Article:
The geo tagging feature on your smart phone can be a very cool way of allowing people to know where you took a beautiful scenery picture, attended an interesting event, or even serve you as a digital road map to locations associated with fun experiences you’ve had over the years in just a few clicks of the mouse or touches of the screen on your phone. Geo tagging makes it easier for you to arrange photos and let friends know where they might be able to replicate some enjoyable experience you had.
As with most modern technological conveniences, there is also risk to consider when using your Geo tag capabilities. Primary amongst these is the risk of “social surveillance.” Most of us who use social media regularly are familiar with social stalkers. These modern creepers make use of the information you publish on social media pages in order to track your movement, your habits, and your associations. Stalkers can make use of public geo tagging information to pinpoint your present location, find out where you live, and even how and where you spend your time with very little effort. This very fun feature of modern smart phones can also potentially put your safety and security at risk, depending on who you are, and the value to anyone who might want to track your movements.
The point is not to scare you, but to note the risks and be wary. It pays to know the risks, and have an air of caution when using this feature. Avoiding the risks of geo tagging is definitely something consumers need to be wary of as privacy continues to erode in our ever more electronically connected society. What follows are a few best practices to keep you safe while geo tagging.
- Take the time to note your default privacy settings: This applies both to your smart phone or mobile device and the social media networks you access through your device. To geo tag something is simply attaching GPS grid coordinates to a picture, video, website or text message. Sometimes tagging a location maybe a default setting on your phone or on the social network you’re using. It is important to be aware of these settings so you can consciously decide when and where you geo tag, and who the information will be available to.
- Understand the Risk: Realize that geo tagging information gives anyone who views it the opportunity to know your exact whereabouts, particularly in instances where you’ve posted your location to multiple sites (e.g. Twitter, Facebook, and Instagram). A check-in at the airport with the message “vacation for the next week!” for example lets anyone who might care to look know that you’ll be out of town for a week. If you’ve also been geo-located at your place of residence in the past this information could be very valuable to a thief looking for an opportune time to break in. Additionally, if you use the geo tag feature regularly, it can also give others an understanding of your movement patterns, which will give anyone with an interest in stalking you a picture of your routine, allowing them to predict where you will be and when. Be aware of who in your network will have access to this information, as it’s possible that not all of them are really your “friends.”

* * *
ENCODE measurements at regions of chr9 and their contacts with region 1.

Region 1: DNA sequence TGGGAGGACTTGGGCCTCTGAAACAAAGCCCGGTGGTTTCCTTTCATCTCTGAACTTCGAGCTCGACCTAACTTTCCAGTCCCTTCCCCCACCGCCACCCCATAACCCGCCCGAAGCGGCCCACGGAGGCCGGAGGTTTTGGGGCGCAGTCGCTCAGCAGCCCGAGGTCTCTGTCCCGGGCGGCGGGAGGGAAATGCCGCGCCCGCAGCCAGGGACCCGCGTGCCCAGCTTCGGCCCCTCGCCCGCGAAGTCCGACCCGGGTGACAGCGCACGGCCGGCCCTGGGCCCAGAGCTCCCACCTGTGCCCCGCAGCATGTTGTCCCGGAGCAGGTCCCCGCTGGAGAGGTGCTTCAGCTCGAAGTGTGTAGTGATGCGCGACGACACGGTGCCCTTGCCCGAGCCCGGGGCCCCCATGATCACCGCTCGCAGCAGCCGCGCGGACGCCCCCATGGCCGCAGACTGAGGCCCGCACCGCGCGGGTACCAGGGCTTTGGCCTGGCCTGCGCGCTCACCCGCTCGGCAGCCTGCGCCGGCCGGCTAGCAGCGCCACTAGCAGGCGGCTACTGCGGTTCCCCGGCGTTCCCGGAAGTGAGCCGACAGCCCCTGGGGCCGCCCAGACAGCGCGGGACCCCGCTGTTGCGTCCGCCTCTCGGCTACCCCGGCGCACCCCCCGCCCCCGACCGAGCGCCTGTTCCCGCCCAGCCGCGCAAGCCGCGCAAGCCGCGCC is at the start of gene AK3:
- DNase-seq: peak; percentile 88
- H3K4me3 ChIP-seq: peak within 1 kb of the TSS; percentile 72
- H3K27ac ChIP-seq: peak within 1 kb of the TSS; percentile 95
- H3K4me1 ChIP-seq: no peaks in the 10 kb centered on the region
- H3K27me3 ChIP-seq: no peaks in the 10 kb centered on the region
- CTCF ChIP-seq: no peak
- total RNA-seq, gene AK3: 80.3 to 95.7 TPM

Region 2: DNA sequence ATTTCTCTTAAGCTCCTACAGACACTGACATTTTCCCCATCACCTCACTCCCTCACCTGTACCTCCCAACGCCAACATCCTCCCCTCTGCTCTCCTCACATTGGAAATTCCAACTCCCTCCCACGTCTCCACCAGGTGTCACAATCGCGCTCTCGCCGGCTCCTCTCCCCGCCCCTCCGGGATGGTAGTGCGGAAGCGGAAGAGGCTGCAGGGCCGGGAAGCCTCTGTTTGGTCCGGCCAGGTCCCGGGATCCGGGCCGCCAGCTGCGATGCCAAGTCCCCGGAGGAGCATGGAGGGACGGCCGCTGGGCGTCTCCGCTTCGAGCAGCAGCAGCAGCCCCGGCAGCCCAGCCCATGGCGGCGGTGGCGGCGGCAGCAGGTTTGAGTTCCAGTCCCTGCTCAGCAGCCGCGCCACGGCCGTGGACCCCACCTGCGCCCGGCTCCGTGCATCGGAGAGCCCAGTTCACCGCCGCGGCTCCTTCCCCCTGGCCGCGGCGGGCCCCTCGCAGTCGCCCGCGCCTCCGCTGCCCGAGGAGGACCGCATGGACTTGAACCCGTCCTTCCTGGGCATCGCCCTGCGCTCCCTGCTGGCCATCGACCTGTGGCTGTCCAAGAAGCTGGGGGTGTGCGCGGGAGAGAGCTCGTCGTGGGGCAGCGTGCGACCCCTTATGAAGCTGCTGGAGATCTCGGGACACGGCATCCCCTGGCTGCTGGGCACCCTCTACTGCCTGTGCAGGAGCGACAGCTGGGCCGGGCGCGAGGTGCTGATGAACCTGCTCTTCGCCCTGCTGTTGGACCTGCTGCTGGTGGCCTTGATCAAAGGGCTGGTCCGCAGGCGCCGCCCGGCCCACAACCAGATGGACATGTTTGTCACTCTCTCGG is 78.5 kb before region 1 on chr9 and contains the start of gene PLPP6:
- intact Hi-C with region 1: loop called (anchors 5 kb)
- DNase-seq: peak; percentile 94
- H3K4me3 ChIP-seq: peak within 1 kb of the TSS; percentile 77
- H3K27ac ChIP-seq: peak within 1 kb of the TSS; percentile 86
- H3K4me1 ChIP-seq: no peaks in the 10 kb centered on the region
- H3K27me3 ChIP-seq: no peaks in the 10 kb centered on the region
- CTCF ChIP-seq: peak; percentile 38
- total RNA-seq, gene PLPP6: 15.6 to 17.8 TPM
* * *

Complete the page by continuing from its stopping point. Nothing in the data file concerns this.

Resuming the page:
- Know How to Disable the Geo Tagging Feature: Every smartphone has a geo tag feature, and many of them will be automatically set up to function without you consciously choosing to have it do so. You need to take the time to figure out how to prevent it from doing this. It’s a much better idea to consciously decide to geo tag each time you post rather than having to remember to opt out of geo tagging each time you post. Leaving the default setting as geo tag operational will likely mean there will be times when you inadvertently post your location to the world when it is risky or unnecessary to do so.
For iPhones: Go to the “settings” page of the geo-tagging program. Go to “settings” then “general” and then “location services.” Disable those applications that automatically make use of your GPS tracking data.
For Android Platforms: Start the camera application. Open the menu and go to “settings.” Turn off “geo tagging” or “location storage” (depending on the type of Android).
For digital cameras, be sure to consult the user manual. Not all digital cameras come with a geo tagging feature, but it’s important you know how your particular camera operates in relation to location tracking.
"Geo Tagging and Do Not Track" was written by Matt Davis. Matt is Director of Business Alliances at the Identity Theft Resource Center. We welcome you to post/reprint the above article, as written, giving credit to the author and linking back to the original posting.